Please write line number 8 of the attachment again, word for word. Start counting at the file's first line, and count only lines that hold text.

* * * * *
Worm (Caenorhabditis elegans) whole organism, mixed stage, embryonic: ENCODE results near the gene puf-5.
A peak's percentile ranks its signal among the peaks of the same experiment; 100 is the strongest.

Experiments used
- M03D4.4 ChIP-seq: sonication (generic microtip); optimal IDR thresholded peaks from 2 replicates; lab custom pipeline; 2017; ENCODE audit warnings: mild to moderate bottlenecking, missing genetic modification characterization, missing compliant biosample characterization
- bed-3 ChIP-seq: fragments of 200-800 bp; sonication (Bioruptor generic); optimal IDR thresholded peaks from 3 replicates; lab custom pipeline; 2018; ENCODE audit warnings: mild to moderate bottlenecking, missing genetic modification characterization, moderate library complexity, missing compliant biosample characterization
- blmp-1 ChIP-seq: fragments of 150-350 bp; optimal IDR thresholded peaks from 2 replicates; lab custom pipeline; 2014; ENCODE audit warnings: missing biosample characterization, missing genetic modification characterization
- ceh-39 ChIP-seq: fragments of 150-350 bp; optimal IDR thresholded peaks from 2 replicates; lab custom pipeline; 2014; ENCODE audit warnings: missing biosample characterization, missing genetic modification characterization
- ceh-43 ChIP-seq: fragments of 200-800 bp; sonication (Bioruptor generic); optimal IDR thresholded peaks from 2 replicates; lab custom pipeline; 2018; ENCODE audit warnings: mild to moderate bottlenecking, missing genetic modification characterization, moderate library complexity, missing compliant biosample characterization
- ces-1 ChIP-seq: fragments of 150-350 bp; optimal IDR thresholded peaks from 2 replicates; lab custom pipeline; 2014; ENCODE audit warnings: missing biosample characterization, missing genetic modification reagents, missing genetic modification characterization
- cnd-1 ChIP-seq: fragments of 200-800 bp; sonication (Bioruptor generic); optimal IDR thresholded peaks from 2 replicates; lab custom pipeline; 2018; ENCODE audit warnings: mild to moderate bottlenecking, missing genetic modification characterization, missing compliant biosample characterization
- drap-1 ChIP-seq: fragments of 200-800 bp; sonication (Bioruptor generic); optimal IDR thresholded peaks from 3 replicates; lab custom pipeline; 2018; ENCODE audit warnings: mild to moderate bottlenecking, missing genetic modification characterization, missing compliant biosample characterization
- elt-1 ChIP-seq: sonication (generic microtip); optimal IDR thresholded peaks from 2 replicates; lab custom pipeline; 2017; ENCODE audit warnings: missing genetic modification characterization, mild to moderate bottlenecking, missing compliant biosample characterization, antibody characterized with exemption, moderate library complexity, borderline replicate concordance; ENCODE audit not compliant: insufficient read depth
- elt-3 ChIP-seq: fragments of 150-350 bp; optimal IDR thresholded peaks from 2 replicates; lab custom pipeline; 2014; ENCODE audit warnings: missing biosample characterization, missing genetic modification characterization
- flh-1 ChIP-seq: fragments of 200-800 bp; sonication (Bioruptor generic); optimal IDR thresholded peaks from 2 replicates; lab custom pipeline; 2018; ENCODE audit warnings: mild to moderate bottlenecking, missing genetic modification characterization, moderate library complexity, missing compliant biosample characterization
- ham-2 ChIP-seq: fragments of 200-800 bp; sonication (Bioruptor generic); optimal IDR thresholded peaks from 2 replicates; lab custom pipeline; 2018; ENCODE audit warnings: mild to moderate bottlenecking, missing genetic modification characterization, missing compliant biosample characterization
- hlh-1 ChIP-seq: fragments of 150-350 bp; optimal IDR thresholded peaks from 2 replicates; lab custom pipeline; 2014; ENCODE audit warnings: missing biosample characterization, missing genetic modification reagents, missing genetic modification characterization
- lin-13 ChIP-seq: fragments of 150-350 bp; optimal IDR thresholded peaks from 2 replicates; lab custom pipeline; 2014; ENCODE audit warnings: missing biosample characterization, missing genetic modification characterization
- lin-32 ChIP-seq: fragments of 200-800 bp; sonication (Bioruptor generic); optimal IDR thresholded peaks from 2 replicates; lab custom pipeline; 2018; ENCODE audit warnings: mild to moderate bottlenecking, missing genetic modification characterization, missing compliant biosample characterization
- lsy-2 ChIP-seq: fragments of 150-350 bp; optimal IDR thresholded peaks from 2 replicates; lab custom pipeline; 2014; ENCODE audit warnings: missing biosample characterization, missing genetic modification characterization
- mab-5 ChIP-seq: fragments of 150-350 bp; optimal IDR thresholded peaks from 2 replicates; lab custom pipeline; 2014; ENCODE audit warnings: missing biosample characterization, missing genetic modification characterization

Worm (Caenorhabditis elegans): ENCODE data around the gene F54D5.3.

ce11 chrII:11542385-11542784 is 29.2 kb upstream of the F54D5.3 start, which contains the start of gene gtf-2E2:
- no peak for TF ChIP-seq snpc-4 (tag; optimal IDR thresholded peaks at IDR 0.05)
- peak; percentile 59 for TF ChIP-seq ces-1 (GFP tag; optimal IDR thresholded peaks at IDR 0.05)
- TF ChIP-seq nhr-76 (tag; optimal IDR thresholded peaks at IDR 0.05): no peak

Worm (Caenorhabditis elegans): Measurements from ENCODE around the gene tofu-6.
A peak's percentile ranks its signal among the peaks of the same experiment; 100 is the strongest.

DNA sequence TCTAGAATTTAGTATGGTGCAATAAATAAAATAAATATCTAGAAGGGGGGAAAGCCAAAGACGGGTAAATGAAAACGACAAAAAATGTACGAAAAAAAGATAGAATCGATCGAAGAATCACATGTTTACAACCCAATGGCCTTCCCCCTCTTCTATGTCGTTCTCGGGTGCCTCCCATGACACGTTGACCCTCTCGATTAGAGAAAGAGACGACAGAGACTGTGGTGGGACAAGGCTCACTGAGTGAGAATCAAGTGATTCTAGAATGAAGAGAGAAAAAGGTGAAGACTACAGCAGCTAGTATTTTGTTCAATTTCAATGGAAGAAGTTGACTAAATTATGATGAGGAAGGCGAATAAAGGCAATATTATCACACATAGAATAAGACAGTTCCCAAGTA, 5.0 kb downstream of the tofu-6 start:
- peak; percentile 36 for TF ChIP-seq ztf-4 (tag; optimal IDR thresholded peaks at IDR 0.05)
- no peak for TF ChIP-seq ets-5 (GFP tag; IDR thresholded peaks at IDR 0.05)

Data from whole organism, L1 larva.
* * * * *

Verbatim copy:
- ceh-43 ChIP-seq: fragments of 200-800 bp; sonication (Bioruptor generic); optimal IDR thresholded peaks from 2 replicates; lab custom pipeline; 2018; ENCODE audit warnings: mild to moderate bottlenecking, missing genetic modification characterization, moderate library complexity, missing compliant biosample characterization